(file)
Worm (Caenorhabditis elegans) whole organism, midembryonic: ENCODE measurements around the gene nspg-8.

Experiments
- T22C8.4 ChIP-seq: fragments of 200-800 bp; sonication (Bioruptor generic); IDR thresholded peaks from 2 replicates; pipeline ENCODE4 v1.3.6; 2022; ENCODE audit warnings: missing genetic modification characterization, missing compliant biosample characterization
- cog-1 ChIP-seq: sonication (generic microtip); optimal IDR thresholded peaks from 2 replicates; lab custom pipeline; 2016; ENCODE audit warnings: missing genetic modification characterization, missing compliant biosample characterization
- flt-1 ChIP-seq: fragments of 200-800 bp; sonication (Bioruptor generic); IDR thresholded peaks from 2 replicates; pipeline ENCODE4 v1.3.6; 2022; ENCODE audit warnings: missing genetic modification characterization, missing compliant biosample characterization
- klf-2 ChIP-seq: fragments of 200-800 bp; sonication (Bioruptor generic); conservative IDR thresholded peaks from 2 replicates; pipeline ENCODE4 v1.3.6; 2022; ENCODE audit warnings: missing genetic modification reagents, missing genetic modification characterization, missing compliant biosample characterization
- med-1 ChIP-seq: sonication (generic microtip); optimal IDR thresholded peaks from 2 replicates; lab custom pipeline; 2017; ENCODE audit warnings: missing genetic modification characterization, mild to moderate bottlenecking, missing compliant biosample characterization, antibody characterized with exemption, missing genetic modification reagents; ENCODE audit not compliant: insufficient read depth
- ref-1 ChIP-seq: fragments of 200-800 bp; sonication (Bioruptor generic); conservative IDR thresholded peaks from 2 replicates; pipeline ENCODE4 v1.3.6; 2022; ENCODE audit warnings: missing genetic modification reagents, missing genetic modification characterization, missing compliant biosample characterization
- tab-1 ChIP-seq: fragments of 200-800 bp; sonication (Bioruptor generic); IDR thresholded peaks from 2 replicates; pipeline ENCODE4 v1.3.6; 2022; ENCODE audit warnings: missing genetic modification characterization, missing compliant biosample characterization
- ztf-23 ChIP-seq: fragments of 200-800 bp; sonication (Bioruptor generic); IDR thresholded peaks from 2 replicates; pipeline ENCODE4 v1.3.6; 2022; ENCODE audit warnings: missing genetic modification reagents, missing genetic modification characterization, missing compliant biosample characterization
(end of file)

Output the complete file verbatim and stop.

Worm (Caenorhabditis elegans) whole organism, midembryonic: ENCODE measurements around the gene nspg-8.

Experiments
- T22C8.4 ChIP-seq: fragments of 200-800 bp; sonication (Bioruptor generic); IDR thresholded peaks from 2 replicates; pipeline ENCODE4 v1.3.6; 2022; ENCODE audit warnings: missing genetic modification characterization, missing compliant biosample characterization
- cog-1 ChIP-seq: sonication (generic microtip); optimal IDR thresholded peaks from 2 replicates; lab custom pipeline; 2016; ENCODE audit warnings: missing genetic modification characterization, missing compliant biosample characterization
- flt-1 ChIP-seq: fragments of 200-800 bp; sonication (Bioruptor generic); IDR thresholded peaks from 2 replicates; pipeline ENCODE4 v1.3.6; 2022; ENCODE audit warnings: missing genetic modification characterization, missing compliant biosample characterization
- klf-2 ChIP-seq: fragments of 200-800 bp; sonication (Bioruptor generic); conservative IDR thresholded peaks from 2 replicates; pipeline ENCODE4 v1.3.6; 2022; ENCODE audit warnings: missing genetic modification reagents, missing genetic modification characterization, missing compliant biosample characterization
- med-1 ChIP-seq: sonication (generic microtip); optimal IDR thresholded peaks from 2 replicates; lab custom pipeline; 2017; ENCODE audit warnings: missing genetic modification characterization, mild to moderate bottlenecking, missing compliant biosample characterization, antibody characterized with exemption, missing genetic modification reagents; ENCODE audit not compliant: insufficient read depth
- ref-1 ChIP-seq: fragments of 200-800 bp; sonication (Bioruptor generic); conservative IDR thresholded peaks from 2 replicates; pipeline ENCODE4 v1.3.6; 2022; ENCODE audit warnings: missing genetic modification reagents, missing genetic modification characterization, missing compliant biosample characterization
- tab-1 ChIP-seq: fragments of 200-800 bp; sonication (Bioruptor generic); IDR thresholded peaks from 2 replicates; pipeline ENCODE4 v1.3.6; 2022; ENCODE audit warnings: missing genetic modification characterization, missing compliant biosample characterization
- ztf-23 ChIP-seq: fragments of 200-800 bp; sonication (Bioruptor generic); IDR thresholded peaks from 2 replicates; pipeline ENCODE4 v1.3.6; 2022; ENCODE audit warnings: missing genetic modification reagents, missing genetic modification characterization, missing compliant biosample characterization